Public variables in remote interface?

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EJB design: Public variables in remote interface?

  1. Public variables in remote interface? (7 messages)

    Is it possible for client to use bean's public variables thru its remote interface?

    Threaded Messages (7)

  2. It is usually not adviseable to allow any other clients to access the class's internal variables. This breaks the encapsulation principle of the OOP and leads to unpredictable results. A much more advisable way to do this is to implement setter and getter methods that encapsulate access to the internal variables. Thus, a short answer to your question is that you should implement setter and getter methods in the remote interface that encapsulate access to the internal variables.

    Leo
  3. So, if I have a bean with 40 "public" variables, the client has to call 40 separate methods to get all data needed?
  4. Accessing Bean data using Remote Interface methods is very inefficient since ejbLoad and ejbStore are constantly called. Below is a way you can avoid this.

    Create a separate serializable class -- we'll call it Accessor -- that represents the data encapsulated by the Bean and derive your Entity Bean from it. This way you kill two birds with one stone: you created a class that can actually be passed over the network and you've implemented all the business logic/storage methods of the Remote Interface -- all you have to do is expose them. Create a method in your Bean called getAllDetails and simply return the Accessor that contains all the data (it my experience, however, it is better to create a deep copy of the object rather than simply returning it). Call this method to get the Bean data in the form of the Accessor class, manipulate it and return it back using setAllDetails methods.

    Hope this helps.
    Leo
  5. No. For this scenario, you should use patterns like Bulk Accessors, and Dependent Objects. That is, group together related attirbutes and package them as an object. Your getter/setter methods should return or take as parameter these Bulk Accessors or Dependent objects.

    For example, if you have the following bean:

    public class MyBean implements SessionBean {
        public String customerName;
        public String street;
        public String city;
        public String phone;
        public String email;
        
        .
        .
        .
    }

    You should make a class like this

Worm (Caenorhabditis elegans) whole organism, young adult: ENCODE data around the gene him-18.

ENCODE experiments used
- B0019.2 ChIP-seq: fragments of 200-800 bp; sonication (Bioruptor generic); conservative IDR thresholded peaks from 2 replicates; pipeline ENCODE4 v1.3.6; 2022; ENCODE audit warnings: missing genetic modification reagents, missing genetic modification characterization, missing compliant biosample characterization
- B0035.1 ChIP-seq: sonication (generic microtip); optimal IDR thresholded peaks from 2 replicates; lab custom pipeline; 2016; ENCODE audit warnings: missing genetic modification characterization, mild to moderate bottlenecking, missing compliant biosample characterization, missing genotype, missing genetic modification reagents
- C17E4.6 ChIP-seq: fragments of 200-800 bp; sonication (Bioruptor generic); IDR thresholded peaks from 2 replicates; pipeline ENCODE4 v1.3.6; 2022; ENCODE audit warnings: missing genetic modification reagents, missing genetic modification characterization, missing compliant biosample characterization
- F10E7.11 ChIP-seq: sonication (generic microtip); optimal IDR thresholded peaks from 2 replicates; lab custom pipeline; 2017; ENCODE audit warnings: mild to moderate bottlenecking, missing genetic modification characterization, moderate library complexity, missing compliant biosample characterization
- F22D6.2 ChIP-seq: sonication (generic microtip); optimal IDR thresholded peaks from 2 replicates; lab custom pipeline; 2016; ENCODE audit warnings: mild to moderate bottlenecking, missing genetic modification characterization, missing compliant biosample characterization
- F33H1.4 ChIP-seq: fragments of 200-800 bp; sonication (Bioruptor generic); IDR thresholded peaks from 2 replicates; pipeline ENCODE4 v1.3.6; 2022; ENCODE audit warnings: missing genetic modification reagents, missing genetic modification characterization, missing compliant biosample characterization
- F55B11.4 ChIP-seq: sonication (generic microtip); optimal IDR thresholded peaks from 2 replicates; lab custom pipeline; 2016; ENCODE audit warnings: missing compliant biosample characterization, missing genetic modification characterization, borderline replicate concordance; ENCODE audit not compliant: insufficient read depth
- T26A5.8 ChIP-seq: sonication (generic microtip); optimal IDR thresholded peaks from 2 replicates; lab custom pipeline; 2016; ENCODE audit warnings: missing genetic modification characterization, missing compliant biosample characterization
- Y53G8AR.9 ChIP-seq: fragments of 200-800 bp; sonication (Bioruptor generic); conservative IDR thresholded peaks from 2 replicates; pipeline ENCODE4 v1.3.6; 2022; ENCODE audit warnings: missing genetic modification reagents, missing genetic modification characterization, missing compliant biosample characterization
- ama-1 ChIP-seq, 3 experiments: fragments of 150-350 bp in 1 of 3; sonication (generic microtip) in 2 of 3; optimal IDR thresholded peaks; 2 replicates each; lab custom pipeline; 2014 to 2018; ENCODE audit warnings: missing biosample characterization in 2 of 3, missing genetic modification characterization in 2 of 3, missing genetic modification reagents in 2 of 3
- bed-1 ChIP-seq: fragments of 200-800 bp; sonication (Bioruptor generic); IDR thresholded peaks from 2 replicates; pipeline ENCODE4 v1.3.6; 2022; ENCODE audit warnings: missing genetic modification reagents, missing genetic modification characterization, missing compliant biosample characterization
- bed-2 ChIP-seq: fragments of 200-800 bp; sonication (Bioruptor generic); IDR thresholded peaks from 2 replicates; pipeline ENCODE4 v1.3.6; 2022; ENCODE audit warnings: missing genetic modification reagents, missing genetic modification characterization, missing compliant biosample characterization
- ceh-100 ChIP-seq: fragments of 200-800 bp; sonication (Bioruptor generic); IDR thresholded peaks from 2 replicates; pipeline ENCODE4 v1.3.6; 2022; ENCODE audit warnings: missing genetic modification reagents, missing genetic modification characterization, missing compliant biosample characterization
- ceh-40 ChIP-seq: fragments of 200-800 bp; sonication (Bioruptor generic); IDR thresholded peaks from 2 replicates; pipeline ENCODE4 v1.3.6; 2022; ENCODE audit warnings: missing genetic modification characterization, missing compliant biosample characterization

public class CustomerInfo {
        public String name;
        public String street;
        public String city;
        public String phone;
        public String email;
    }

    Your bean will then have accessor methods like this:

    public class MyBean implements SessionBean {
        public String customerName;
        public String street;
        public String city;
        public String phone;
        public String email;
        
        public CustomerInfo getCustomerInfo() {
            
            // instantiate CustomerInfo, set values and return
            
        }

        public void setCustomerInfo(CustomerInfo custInfo) {

            // set the public attributes of the bean

        }

        .
        .
        .

    }

    This way you don't have to call getter/setter for every attribute.

    I hope that will helps.

    rgrds,

    Yaser.
  6. Public variables in remote interface?[ Go to top ]

    Yaser,

    Your CustomerInfo class should be serializable otherwise you can't transfer the object to client.


    Gamini
  7. Public variables in remote interface?[ Go to top ]

    Even better then that, make the customer class like this

    public final class Customer implements org.omg.CORBA.portable.IDLEntity

    In this way

    1) org.omg.CORBA.portable.IDLEntity itself extends java.io.Serializeable so the class will be serializabloe
    2) By doing this it will be recognized by RMI/IIOP marshallers as an IDL marshallable type and will be marshalled by a compliant container in a MUCH faster mechanism them Java serialization which is very slow.

    Dave Wolf
    Internet Applications Division
    Sybase
  8. Only if the bean and the remote have accessor methods. You cannot use direct "dot notation" as such.

    Dave Wolf
    Internet Applications Division
    Sybase